My recent trip to Switzerland, a landlocked country in central Europe, was no different thanks to groundbreaking artificial wave technology at Wavegarden’s latest facility – Alaia Bay.
Although, while I was surfing in the Swiss Alps, my mind could not help but wander 7,000 miles away to a place called Tsurigasaki Beach where a monumental moment is about to take place this weekend. For the first time, surfing will finally receive the sporting recognition it rightfully deserves when the competition at the delayed Tokyo 2020 Olympic Games gets underway.
I am excited that a global audience will finally get to see the exceptional level of skill required to perform at the highest level of surfing and be inspired by these hugely talented athletes.
Like many Scots, I am proud of our beautiful country, but I am also aware of its perceived limitations for surfing where the seas are cold and the weather unappealing for outdoor pursuits. I don’t share that view at all – with wetsuit technology as it is, and the undeniable evidence around how outdoor pursuits, exercise and cold-water immersion are all excellent for both mental and physical health. We already have some of the best waves and beaches in the world to learn how to surf.
The Wavegarden Scotland development, which will be located beside the Edinburgh International Climbing Arena in Ratho, will be much more than a fantastic surfing destination. It will be a place for families, friends and professionals to surf, learn, relax and stay, all set in 60 acres of beautiful country park.
The facility will be inclusive for all. Children will be able to learn at a pace suited to their age and development and older adults can become “silver surfers” with an in-water workout that encompasses strength and balance. Importantly, this is a sport that celebrates its adaptive athletes, with another Wavegarden Cove facility, The Wave in Bristol, doing a great job in hosting the recent Adaptive Surfing Open. It is only a matter of time until surfing is included in the Paralympic Games under the controlled conditions of an inland facility.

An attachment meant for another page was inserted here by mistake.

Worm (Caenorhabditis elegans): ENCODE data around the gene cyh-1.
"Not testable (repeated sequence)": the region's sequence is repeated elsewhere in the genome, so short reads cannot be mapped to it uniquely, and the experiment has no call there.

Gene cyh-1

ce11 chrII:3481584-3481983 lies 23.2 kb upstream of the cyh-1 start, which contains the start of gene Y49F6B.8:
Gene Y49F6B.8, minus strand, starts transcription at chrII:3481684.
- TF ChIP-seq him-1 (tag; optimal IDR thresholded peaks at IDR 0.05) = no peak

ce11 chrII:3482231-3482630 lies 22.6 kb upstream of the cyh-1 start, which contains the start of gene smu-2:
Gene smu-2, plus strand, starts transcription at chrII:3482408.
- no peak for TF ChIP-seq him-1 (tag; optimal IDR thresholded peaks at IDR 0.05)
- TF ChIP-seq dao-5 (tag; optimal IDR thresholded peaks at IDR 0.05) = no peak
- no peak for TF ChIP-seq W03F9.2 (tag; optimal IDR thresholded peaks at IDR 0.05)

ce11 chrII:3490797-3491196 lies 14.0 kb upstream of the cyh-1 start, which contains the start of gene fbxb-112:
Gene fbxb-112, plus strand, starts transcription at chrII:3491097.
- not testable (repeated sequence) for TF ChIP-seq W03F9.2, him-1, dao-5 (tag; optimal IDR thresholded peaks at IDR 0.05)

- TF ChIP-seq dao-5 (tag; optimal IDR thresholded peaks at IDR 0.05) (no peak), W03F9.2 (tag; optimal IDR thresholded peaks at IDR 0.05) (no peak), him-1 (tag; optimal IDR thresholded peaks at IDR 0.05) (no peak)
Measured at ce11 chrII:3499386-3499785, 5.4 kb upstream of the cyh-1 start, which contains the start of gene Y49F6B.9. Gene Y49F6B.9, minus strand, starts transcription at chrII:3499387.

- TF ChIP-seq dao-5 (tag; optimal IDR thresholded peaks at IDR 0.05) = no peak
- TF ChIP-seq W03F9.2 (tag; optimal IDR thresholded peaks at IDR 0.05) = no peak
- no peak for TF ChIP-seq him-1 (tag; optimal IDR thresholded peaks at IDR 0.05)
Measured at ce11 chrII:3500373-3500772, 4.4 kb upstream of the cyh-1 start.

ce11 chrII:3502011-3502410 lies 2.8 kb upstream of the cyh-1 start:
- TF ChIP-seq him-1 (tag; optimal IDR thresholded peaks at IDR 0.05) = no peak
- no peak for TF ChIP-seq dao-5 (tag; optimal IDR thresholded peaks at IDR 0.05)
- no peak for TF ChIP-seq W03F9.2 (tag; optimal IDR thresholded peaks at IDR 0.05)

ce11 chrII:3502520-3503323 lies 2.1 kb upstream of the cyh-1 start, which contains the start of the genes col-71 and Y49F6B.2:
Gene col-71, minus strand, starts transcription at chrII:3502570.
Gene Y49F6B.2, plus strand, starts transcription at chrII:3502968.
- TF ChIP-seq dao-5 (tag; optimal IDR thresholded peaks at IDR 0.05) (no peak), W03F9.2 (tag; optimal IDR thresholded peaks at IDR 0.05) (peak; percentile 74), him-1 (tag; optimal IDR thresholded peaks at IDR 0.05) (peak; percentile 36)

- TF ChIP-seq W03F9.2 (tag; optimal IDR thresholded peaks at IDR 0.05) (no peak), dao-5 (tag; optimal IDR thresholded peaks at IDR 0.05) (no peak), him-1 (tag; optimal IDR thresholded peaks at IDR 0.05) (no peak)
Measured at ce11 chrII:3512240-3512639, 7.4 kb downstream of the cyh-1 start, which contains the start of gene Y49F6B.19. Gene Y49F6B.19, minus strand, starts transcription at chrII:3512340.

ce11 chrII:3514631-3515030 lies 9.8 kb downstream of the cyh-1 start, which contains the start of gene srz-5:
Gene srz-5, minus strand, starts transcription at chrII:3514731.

Surfing is for everyone, regardless of people’s abilities and when our facility opens, the opportunity for the public to experience a taste of the world’s most aspirational sport will be in clear sight.
I am not alone in this vision. The Scottish Surfing Federation is currently riding on the crest of a wave as the popularity of Scottish surfing is at an all-time high. They understand the enormous potential of what will be one of the UK’s most exciting destinations and have confirmed their commitment to Wavegarden Scotland as playing a pivotal role in shaping their future plans to supercharge and transform Scottish surfing by nurturing and developing our home-grown stars of the future.
Together with the Tokyo games, surfing is also set to feature at the 2024 Olympic Games in Paris, Los Angeles in 2028 and Brisbane in 2032. Few things excite me more than the thought of a new generation of surfers training at Wavegarden Scotland for these games and future tournaments. The idea of surfers from Scotland and landlocked Switzerland winning Olympic medals no longer seems like a pipe dream.
Andy Hadden is co-founder of Tartan Leisure Ltd, developers of Wavegarden Scotland and a director of the Scottish Surfing Federation